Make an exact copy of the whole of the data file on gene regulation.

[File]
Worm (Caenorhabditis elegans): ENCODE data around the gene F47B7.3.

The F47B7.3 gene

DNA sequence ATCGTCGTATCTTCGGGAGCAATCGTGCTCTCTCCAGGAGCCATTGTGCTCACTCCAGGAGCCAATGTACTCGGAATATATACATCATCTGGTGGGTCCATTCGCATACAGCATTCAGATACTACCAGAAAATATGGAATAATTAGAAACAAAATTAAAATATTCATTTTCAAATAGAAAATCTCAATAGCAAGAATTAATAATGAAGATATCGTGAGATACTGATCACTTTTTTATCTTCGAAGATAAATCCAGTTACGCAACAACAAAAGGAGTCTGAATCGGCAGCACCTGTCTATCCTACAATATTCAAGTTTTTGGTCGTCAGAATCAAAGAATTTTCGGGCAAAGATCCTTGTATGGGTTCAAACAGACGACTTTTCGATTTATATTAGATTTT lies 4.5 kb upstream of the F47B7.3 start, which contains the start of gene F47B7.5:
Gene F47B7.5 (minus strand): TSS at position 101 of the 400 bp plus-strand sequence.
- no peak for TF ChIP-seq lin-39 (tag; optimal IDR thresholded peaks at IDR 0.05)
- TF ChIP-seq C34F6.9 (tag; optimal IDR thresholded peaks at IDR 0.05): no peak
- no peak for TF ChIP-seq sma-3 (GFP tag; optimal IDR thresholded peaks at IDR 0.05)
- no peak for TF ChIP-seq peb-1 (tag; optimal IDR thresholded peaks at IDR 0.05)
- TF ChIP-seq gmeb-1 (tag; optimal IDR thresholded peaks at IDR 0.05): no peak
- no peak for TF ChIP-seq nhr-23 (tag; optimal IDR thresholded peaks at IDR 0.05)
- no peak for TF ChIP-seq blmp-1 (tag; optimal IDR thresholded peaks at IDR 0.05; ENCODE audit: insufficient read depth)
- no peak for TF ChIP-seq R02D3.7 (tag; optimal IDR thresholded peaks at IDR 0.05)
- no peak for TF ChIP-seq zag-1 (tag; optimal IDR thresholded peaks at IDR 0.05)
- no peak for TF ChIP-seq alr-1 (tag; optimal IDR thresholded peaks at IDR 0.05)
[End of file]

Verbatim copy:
Worm (Caenorhabditis elegans): ENCODE data around the gene F47B7.3.

The F47B7.3 gene

DNA sequence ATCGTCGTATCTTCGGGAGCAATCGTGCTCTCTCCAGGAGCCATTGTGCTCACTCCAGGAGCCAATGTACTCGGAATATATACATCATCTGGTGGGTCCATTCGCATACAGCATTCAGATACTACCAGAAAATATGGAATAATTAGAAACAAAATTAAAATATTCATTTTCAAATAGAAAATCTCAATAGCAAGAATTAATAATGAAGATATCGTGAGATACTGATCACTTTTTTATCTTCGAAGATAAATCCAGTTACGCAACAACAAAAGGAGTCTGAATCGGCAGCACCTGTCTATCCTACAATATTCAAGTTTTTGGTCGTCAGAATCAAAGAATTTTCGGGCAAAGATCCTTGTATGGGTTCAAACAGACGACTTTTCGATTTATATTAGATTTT lies 4.5 kb upstream of the F47B7.3 start, which contains the start of gene F47B7.5:
Gene F47B7.5 (minus strand): TSS at position 101 of the 400 bp plus-strand sequence.
- no peak for TF ChIP-seq lin-39 (tag; optimal IDR thresholded peaks at IDR 0.05)
- TF ChIP-seq C34F6.9 (tag; optimal IDR thresholded peaks at IDR 0.05): no peak
- no peak for TF ChIP-seq sma-3 (GFP tag; optimal IDR thresholded peaks at IDR 0.05)
- no peak for TF ChIP-seq peb-1 (tag; optimal IDR thresholded peaks at IDR 0.05)
- TF ChIP-seq gmeb-1 (tag; optimal IDR thresholded peaks at IDR 0.05): no peak
- no peak for TF ChIP-seq nhr-23 (tag; optimal IDR thresholded peaks at IDR 0.05)
- no peak for TF ChIP-seq blmp-1 (tag; optimal IDR thresholded peaks at IDR 0.05; ENCODE audit: insufficient read depth)
- no peak for TF ChIP-seq R02D3.7 (tag; optimal IDR thresholded peaks at IDR 0.05)
- no peak for TF ChIP-seq zag-1 (tag; optimal IDR thresholded peaks at IDR 0.05)
- no peak for TF ChIP-seq alr-1 (tag; optimal IDR thresholded peaks at IDR 0.05)